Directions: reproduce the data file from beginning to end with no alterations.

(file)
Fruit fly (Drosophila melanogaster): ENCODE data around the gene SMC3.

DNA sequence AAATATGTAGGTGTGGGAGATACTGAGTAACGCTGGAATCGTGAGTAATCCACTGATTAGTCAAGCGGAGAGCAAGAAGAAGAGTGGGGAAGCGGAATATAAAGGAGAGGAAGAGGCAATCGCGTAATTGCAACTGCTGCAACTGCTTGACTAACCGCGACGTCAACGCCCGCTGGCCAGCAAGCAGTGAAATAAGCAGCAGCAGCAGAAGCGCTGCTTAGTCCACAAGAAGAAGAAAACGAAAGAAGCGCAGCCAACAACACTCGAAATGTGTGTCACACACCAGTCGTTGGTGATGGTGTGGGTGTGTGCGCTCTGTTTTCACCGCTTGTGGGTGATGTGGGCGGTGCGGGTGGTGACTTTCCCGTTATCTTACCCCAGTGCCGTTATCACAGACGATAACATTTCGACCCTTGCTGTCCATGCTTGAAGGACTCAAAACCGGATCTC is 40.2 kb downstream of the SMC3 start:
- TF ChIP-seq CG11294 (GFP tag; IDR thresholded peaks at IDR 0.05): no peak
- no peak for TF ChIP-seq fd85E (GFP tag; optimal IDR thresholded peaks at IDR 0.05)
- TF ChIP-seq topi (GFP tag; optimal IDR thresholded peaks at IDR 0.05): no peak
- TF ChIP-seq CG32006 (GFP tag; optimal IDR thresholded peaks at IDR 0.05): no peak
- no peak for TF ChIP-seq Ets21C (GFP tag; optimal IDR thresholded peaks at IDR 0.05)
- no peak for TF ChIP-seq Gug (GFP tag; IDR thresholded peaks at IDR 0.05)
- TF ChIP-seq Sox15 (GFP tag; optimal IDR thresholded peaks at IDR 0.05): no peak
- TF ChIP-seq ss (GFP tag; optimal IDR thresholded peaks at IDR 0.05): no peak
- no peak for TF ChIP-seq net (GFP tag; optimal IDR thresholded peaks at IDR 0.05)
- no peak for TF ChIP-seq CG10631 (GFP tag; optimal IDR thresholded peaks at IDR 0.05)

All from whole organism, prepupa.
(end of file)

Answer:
Fruit fly (Drosophila melanogaster): ENCODE data around the gene SMC3.

DNA sequence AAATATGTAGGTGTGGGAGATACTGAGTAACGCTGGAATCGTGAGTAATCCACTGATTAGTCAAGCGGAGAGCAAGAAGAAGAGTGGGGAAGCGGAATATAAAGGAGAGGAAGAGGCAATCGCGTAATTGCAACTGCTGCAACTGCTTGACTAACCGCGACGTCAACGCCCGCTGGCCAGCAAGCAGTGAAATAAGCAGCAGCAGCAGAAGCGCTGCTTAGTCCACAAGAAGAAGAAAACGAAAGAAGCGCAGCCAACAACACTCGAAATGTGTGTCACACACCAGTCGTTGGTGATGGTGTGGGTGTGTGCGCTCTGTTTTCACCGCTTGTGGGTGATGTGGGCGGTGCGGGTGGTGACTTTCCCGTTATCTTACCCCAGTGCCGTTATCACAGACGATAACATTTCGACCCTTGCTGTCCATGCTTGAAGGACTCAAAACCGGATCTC is 40.2 kb downstream of the SMC3 start:
- TF ChIP-seq CG11294 (GFP tag; IDR thresholded peaks at IDR 0.05): no peak
- no peak for TF ChIP-seq fd85E (GFP tag; optimal IDR thresholded peaks at IDR 0.05)
- TF ChIP-seq topi (GFP tag; optimal IDR thresholded peaks at IDR 0.05): no peak
- TF ChIP-seq CG32006 (GFP tag; optimal IDR thresholded peaks at IDR 0.05): no peak
- no peak for TF ChIP-seq Ets21C (GFP tag; optimal IDR thresholded peaks at IDR 0.05)
- no peak for TF ChIP-seq Gug (GFP tag; IDR thresholded peaks at IDR 0.05)
- TF ChIP-seq Sox15 (GFP tag; optimal IDR thresholded peaks at IDR 0.05): no peak
- TF ChIP-seq ss (GFP tag; optimal IDR thresholded peaks at IDR 0.05): no peak
- no peak for TF ChIP-seq net (GFP tag; optimal IDR thresholded peaks at IDR 0.05)
- no peak for TF ChIP-seq CG10631 (GFP tag; optimal IDR thresholded peaks at IDR 0.05)

All from whole organism, prepupa.